Yellow is the new farm colour
Farmers buying up used construction equipment to clear their own land
By Brandy Harrison
WILLIAMSTOWN ó When it came time to expand his dairy and cash crop operation to make room for his son, an excavator was at the top of Gary Fournierís shopping list. The heavy-duty construction equipment that now sits in the Williamstown farmerís driveway isnít all that unusual anymore.
"Itís everywhere you look," says Fournier, who bought his excavator in February and hopes to clear 100 acres of unused pasture and fence line. "People have bulldozers and even rock trucks to haul the ground. Itís unbelievable."
Itís easy to run up a hefty bill when someone else does the clearing and with land prices climbing ó Fournier says he heard land near Martinstown recently sold for $8,000 an acre ó buying his own equipment seemed like the best option.
Fournier isnít sure yet what heíll do with the excavator when the land is cleared. He says some area farmers are custom clearing on the side.
"It could pay for itself," says Fournier, who adds heís not considering that yet. "Itís handy to have but itís a lot of money to be sitting around."
Farmers are clearing land so fast the tile drainers canít keep up. Fournier says the wait is two years.
The race to clear land is driven by high crop and land values, says Don Routhier. "Theyíre all at it ó anyone who cash crops is looking at ways to expand his land base," says the owner of D&A Tractor Sales near Williamstown, who has farmers calling him every day looking for used construction equipment.
But Routhier says the price of yellow iron is climbing. During the recession, major manufacturers cut back on production, which put pressure on the used market.
The demand began a few years back and while at first farmers wanted backhoes, Routhier says the hot item is now excavators, which could set a farmer back anywhere from $30,000 to $100,000.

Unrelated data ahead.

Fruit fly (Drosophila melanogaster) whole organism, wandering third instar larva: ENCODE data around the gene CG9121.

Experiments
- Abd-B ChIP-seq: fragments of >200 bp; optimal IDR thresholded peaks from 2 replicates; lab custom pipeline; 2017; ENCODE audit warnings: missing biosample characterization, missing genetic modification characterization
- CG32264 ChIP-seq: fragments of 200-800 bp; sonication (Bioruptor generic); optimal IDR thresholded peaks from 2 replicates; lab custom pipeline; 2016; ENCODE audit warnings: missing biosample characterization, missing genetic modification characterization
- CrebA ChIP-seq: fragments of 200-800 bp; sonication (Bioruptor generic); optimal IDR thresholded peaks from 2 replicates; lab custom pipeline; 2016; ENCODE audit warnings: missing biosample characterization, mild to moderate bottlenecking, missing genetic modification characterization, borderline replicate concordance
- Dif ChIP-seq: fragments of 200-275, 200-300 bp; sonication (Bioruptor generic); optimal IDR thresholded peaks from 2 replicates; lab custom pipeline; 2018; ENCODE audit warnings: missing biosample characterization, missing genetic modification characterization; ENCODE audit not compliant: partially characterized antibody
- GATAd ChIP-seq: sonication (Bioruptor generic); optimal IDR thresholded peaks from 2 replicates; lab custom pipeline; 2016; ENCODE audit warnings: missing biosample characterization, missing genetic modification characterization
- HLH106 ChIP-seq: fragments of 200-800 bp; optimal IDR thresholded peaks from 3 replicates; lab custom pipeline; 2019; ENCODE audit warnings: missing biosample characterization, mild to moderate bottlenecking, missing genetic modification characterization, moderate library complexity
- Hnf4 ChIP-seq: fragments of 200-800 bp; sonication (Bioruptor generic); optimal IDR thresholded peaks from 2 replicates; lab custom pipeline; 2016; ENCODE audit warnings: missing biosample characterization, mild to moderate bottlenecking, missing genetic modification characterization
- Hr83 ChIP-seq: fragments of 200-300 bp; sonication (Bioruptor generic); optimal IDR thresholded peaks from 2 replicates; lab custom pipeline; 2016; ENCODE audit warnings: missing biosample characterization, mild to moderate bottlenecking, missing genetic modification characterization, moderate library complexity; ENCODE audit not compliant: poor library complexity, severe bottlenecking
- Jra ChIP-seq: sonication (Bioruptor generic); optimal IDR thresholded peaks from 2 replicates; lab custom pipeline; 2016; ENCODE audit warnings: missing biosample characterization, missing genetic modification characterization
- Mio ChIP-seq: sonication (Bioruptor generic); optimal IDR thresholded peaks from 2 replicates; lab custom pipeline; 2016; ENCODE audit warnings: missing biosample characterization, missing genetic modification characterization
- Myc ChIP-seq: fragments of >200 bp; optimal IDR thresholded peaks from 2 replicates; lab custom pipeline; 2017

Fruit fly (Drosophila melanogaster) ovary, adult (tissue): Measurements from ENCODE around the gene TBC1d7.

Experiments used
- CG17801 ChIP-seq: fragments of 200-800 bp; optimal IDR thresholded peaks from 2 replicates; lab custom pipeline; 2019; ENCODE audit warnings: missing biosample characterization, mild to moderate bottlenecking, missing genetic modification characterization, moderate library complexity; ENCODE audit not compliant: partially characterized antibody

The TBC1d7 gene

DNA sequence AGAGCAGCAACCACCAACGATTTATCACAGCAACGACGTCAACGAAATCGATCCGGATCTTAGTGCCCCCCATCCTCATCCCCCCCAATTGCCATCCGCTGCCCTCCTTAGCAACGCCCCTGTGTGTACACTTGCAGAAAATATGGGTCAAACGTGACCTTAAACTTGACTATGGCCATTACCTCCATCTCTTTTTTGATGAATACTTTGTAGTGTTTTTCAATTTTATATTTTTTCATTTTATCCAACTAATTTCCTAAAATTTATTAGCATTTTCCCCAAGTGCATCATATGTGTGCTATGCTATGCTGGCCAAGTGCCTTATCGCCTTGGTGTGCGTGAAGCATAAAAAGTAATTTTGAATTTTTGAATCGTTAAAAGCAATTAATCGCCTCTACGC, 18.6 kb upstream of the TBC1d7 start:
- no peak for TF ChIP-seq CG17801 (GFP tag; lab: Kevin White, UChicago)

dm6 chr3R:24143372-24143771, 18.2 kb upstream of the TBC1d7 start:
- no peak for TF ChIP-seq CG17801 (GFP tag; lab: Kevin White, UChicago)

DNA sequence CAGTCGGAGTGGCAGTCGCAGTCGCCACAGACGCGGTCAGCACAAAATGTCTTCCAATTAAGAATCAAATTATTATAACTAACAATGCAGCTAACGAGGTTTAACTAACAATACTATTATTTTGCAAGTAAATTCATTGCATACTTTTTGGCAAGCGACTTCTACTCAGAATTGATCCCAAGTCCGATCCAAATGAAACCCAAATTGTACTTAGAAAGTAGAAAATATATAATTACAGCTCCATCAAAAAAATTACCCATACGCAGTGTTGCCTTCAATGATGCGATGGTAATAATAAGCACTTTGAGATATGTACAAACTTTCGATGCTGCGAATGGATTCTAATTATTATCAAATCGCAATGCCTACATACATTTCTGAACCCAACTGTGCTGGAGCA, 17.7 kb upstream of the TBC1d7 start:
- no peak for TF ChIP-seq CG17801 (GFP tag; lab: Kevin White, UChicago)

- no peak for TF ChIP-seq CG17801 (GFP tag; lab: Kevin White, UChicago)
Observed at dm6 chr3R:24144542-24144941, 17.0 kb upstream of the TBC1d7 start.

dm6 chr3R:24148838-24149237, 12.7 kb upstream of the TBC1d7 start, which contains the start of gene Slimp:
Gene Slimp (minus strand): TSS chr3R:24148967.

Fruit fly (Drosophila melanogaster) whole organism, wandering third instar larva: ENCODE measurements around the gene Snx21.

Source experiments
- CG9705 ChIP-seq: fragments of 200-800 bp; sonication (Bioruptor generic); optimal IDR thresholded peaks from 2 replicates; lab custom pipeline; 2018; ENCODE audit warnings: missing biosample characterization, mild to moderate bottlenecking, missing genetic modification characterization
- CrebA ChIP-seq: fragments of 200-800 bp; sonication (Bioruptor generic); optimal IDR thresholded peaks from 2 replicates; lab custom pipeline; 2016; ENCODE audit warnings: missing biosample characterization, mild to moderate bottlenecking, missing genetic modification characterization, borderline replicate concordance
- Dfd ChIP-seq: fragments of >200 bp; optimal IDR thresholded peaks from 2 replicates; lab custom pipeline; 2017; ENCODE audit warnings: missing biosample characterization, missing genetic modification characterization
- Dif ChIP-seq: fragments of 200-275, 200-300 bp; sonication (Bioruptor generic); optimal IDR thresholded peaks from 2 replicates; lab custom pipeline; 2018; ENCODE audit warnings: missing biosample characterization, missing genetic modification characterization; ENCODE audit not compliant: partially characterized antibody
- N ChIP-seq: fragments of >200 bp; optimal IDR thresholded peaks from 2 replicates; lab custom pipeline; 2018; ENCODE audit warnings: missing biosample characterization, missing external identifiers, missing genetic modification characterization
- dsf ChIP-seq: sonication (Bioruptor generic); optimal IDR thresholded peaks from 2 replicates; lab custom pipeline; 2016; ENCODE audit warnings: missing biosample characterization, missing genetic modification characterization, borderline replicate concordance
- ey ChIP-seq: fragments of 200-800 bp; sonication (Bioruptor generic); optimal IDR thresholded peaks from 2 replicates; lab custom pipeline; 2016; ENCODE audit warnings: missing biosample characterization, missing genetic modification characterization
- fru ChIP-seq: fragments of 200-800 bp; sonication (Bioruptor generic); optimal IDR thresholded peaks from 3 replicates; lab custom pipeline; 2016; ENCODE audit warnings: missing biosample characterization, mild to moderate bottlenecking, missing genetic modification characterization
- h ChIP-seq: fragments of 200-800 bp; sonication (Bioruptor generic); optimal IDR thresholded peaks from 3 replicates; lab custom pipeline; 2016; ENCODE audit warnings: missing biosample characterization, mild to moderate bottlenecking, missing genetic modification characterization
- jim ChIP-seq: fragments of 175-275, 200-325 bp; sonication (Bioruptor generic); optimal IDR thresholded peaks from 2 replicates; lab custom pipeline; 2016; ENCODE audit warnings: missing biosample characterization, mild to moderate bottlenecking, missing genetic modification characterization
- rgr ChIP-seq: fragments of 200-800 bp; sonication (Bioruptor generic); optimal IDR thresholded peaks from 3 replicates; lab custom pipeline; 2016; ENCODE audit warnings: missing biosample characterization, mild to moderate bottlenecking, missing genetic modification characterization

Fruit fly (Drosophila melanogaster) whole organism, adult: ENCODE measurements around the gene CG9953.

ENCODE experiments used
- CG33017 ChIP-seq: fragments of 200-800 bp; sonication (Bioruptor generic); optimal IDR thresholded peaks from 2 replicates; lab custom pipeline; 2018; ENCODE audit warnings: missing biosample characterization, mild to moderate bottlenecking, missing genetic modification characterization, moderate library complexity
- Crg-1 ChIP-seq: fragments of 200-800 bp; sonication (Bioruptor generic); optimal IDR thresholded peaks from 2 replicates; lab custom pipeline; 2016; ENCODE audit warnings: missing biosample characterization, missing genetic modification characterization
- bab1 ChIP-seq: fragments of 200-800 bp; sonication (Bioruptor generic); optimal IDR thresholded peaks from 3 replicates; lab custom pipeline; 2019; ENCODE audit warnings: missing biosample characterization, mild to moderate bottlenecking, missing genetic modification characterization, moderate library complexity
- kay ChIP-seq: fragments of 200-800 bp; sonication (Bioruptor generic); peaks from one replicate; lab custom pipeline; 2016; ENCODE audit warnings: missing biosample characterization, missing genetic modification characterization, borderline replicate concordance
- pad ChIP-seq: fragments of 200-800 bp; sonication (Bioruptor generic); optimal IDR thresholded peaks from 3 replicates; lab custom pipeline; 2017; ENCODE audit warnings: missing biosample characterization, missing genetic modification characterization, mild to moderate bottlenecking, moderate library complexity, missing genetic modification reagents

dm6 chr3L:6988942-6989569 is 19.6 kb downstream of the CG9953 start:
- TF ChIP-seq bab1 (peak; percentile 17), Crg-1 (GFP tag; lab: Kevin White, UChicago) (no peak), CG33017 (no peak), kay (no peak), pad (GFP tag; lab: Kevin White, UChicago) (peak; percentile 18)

Fournier looked for over a year and ended up paying more than he expected.
"We started off at $35,000, but we couldnít find anything worth taking home," says Fournier, who shelled out $60,000 in the end.
To save a buck or two, some farmers are buying online, but Routhier, who gives all the equipment he sells a tune-up in his shop, says buying sight unseen can be risky.
While Dave Hill says farmers have always bought construction equipment, he also started to notice the bigger excavators heading out to more fields last year. The agricultural sales representative at J.R. Brisson Equipment in Vars says thereís a good chance equipment that was bought to clear stumps on bush land could become a permanent feature on the farm.
"Farmers have always had a use for a backhoe or an excavator ó hauling manure, clearing new tillable land, ditching, taking out fence lines. Thereís always something they can find to use it for," Hill says.
With little "ready to roll" agricultural land on the market and farmland being turned into lots for residential housing, schools, and factories, itís no surprise six farmers in Angela Dorieís area have started to clear land they already own. The reds, greens, and blues in the machinery shed definitely have some company, says the agricultural journalist who is also a partner in a dairy farm northeast of Cornwall. "Yellow is the new farm colour."